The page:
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Does your drummer tune his/her drums?


Guest Farnsbarns

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they better!!!

 

Should make sure the heads are tighten evenly, and also tune each drum for pitch.... well unless you want your 5 pcs to sound like one big tom-tom

This is exactly right.

I've played the drums for 37 years. It's hard to believe a drummer in a band would not do this. It's not that hard to do either.

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they better!!!

 

Should make sure the heads are tighten evenly, and also tune each drum for pitch.... well unless you want your 5 pcs to sound like one big tom-tom

 

I don't think tuning to a specific pitch is important unless you're kit is something massive like a twelve piece or you play insane prog rock where this matters. Tom size will dictate high, middle, or low pitch. Most drummers, including myself, tune our drums to where they sound good. Good meaning harmonious with the batter and resonator heads and the other toms.

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Guest farnsbarns

I don't think tuning to a specific pitch is important unless you're kit is something massive like a twelve piece or you play insane prog rock where this matters. Tom size will dictate high, middle, or low pitch. Most drummers, including myself, tune our drums to where they sound good. Good meaning harmonious with the batter and resonator heads and the other toms.

 

This is exactly what I mean, it is important. Looking at the replies so far this seems to be a British problem. Time to find an American drummer :)

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This is exactly what I mean, it is important. Looking at the replies so far this seems to be a British problem. Time to find an American drummer :)

 

+1 on finding an American drummer. I also want one that doesnt get bored of playing 4 4 beats. Mine hates playing simple beats and always insists on playing pop punk drumming which I hate. At least he doesn't mind us making ginger jokes [thumbup]

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This is exactly what I mean, it is important. Looking at the replies so far this seems to be a British problem. Time to find an American drummer :)

 

Tuning drums is important or tuning to pitch?

 

Tuning is absolutely important. No argument there.

 

Tuning to a specific pitch, not always. If it was I'd tune my three toms to a tritone to keep the music evil. [flapper]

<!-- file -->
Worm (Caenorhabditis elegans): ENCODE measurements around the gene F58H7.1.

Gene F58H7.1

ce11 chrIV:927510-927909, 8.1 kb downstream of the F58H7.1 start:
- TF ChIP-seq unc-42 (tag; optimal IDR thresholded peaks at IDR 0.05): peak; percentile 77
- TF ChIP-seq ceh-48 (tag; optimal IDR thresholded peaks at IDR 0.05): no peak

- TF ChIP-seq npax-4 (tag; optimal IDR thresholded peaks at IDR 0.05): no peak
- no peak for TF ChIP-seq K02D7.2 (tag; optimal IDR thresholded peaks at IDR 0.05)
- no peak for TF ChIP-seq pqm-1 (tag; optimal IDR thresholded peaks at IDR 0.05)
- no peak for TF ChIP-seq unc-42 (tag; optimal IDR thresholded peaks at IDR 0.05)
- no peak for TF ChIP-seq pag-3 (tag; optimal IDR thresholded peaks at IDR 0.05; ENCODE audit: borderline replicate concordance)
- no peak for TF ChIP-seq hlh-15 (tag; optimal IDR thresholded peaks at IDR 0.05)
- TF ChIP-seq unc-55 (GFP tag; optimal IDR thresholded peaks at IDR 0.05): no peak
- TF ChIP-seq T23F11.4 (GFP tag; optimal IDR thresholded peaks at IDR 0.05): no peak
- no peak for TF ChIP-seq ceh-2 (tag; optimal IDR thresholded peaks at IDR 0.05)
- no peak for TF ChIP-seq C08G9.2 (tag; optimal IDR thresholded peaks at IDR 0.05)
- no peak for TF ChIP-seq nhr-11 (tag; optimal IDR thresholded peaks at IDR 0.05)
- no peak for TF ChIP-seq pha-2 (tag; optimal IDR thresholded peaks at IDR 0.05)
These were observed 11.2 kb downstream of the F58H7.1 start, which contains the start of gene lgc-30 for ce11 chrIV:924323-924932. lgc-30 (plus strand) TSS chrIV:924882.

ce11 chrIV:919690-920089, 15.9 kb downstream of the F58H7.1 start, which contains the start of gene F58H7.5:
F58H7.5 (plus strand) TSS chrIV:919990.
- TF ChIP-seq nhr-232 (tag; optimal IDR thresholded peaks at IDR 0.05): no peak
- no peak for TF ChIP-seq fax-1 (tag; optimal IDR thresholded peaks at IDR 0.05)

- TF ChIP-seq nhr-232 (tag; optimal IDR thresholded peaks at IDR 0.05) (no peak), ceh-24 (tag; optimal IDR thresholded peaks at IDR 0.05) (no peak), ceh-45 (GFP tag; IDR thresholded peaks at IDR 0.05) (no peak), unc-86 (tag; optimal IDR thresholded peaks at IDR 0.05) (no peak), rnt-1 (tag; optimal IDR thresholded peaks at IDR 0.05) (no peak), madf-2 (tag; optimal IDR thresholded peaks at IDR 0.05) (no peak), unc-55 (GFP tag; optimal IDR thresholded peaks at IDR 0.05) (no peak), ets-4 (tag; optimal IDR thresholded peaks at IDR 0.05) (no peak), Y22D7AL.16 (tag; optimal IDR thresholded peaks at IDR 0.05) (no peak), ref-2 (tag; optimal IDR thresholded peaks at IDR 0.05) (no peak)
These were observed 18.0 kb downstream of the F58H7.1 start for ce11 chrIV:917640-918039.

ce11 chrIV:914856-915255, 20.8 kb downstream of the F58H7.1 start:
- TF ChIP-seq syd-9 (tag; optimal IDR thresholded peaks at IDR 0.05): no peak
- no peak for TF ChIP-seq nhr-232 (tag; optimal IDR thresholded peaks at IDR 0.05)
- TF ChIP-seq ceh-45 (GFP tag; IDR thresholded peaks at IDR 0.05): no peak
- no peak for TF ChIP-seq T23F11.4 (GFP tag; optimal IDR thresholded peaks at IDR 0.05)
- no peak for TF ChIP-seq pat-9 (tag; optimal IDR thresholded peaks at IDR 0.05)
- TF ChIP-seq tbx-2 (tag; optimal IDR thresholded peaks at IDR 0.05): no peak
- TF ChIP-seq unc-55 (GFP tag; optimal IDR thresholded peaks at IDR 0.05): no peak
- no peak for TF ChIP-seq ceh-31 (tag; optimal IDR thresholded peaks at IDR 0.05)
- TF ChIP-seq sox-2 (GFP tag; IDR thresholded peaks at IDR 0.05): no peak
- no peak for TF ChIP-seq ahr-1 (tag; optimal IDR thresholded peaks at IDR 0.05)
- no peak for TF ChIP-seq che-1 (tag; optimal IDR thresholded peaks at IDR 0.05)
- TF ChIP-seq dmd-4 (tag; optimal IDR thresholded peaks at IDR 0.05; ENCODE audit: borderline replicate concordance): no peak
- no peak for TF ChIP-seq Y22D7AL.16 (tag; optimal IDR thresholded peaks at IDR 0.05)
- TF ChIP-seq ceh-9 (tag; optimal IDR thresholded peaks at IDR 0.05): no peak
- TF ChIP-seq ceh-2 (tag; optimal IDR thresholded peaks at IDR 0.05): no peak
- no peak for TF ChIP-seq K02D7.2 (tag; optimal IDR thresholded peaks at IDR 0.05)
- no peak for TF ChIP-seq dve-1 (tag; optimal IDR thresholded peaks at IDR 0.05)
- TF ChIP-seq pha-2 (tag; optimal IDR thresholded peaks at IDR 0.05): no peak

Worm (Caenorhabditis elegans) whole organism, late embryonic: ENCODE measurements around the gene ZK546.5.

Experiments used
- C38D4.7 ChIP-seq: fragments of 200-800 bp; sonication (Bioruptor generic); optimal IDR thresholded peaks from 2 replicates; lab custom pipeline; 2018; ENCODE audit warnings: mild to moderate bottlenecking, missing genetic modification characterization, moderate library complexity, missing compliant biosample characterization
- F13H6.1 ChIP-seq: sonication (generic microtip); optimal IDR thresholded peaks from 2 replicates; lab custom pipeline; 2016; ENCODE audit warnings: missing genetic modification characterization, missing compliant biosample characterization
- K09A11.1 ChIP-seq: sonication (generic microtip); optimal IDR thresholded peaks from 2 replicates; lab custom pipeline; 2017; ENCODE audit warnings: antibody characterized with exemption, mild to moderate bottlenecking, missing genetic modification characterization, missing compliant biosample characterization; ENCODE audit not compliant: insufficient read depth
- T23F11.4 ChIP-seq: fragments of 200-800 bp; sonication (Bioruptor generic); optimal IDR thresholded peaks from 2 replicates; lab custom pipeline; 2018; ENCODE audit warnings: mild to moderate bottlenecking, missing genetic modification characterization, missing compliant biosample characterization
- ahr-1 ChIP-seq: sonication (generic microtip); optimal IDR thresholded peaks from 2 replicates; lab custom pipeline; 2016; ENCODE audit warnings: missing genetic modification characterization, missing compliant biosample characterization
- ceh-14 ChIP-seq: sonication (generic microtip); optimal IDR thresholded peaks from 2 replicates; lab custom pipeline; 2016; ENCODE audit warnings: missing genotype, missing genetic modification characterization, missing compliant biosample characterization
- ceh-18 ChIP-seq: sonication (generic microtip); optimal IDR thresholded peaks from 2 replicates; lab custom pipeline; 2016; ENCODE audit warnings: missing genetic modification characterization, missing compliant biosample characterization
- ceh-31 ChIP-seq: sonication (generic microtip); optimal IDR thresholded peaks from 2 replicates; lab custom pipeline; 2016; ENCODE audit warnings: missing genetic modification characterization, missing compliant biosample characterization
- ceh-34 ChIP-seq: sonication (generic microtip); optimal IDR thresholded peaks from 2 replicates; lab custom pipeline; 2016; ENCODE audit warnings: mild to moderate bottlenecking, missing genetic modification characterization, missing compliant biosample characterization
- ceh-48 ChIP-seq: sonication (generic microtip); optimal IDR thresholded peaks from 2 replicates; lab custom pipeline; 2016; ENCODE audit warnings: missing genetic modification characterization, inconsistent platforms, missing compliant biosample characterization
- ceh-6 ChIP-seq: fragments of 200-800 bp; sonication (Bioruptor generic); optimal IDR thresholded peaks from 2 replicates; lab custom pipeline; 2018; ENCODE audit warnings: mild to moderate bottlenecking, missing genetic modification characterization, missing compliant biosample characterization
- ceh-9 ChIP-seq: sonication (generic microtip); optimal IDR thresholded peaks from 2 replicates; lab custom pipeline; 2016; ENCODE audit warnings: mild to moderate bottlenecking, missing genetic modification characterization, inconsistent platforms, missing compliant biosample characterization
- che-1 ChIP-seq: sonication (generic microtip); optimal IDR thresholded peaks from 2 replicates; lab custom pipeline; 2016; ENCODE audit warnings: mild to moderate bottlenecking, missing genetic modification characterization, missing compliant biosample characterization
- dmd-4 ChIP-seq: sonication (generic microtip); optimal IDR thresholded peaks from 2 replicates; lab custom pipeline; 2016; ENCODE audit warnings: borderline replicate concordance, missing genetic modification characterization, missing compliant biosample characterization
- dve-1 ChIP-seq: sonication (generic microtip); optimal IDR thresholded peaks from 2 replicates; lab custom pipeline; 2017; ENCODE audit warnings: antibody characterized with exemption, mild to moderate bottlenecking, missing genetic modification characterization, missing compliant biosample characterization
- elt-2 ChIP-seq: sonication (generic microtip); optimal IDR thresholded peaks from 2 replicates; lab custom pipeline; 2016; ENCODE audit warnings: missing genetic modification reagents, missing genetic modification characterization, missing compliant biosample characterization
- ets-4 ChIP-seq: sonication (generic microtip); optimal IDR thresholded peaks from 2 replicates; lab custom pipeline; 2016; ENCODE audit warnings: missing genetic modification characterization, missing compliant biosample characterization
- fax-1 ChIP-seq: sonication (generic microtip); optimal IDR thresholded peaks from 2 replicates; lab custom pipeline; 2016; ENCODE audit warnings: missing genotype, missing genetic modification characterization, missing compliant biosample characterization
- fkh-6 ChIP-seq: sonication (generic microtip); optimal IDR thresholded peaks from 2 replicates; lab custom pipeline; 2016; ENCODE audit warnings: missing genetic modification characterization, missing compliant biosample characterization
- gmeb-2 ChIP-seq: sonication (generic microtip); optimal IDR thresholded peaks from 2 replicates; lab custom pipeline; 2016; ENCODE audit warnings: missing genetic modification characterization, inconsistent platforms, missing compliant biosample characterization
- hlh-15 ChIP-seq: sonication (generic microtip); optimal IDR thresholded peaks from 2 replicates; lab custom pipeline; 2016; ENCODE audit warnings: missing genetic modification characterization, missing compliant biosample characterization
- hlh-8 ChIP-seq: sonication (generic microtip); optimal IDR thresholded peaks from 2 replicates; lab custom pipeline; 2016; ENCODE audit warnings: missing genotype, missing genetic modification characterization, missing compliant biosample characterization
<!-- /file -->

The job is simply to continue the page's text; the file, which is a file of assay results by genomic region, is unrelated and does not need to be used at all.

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I tune my drums to themselves, adjusting tension at each lug for a clear, even tone. As long as the relative pitch across the toms sounds musical I an happy, but I spend a lot of time tweaking my snares. I personally favor a 'military tattoo' sound, but appreciate where a 'cannon' is required. :-)

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The drummer in my Blues band uses a pitch pipe to tune each drum to a specific note. He then tunes the bottom head slightly different (like a half step) for proper resonance and overtones.

 

He also uses a two-snare setup, a metal rim tuned one way, and a wood rim tuned differently.

 

A properly and well tuned drum set will make an incredible difference.

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It is real hard to tell the difference on the 'pitch' or the note of a drum when actually playing.

 

But, when a drum is not tuned, it does have a very sick sound to it. VERY noticeable when the decay and such is off.

 

I have a buddy who is quite anal about tuning his drums. He has a lot of kits, from DW down to birch Ludwigs. A well tuned drum always sounds better than a much more 'expensive' drum for sure.

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Guest farnsbarns

The drummer in my Blues band uses a pitch pipe to tune each drum to a specific note. He then tunes the bottom head slightly different (like a half step) for proper resonance and overtones.

 

He also uses a two-snare setup, a metal rim tuned one way, and a wood rim tuned differently.

 

A properly and well tuned drum set will make an incredible difference.

 

That's what I call a drummer.

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In my last band, the drum kit was massive. So the drummer used a mate to tune it. The mate 'Steve' was good and very 'anal' over it. But they sounded great. So, yes I do think a kit should be tuned. I think a lot of gigs now have awful drum sounds and the bass is often too deep. I think the days of good sound engineers are over. Technology has killed the 'ear'.

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Finally something that fits my gig.

I use a mini torque wrench made for drums and it's great. I drop the strainers on the snare and work down. Each drum is one tone lower than the previous. I keep the bottom skin at the same torque as the top. Maybe i'm wrong, but it fits..

I phrase my drumming as much as the musical message dictates while trying to maintain a solid reference for the other musicans.. My drumming follows the tonal progression so I feel like I'm doing my job.

It's not just wopping on the drums like an drunken ape. I find it really good to see guitarists considering drums in a tonal manner. This Gibby site never ends to impress me!

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Guest farnsbarns

My drumming follows the tonal progression so I feel like I'm doing my job.

 

My father always says a good drummer "plays the tune on his drums", sounds like you share that belief [thumbup]

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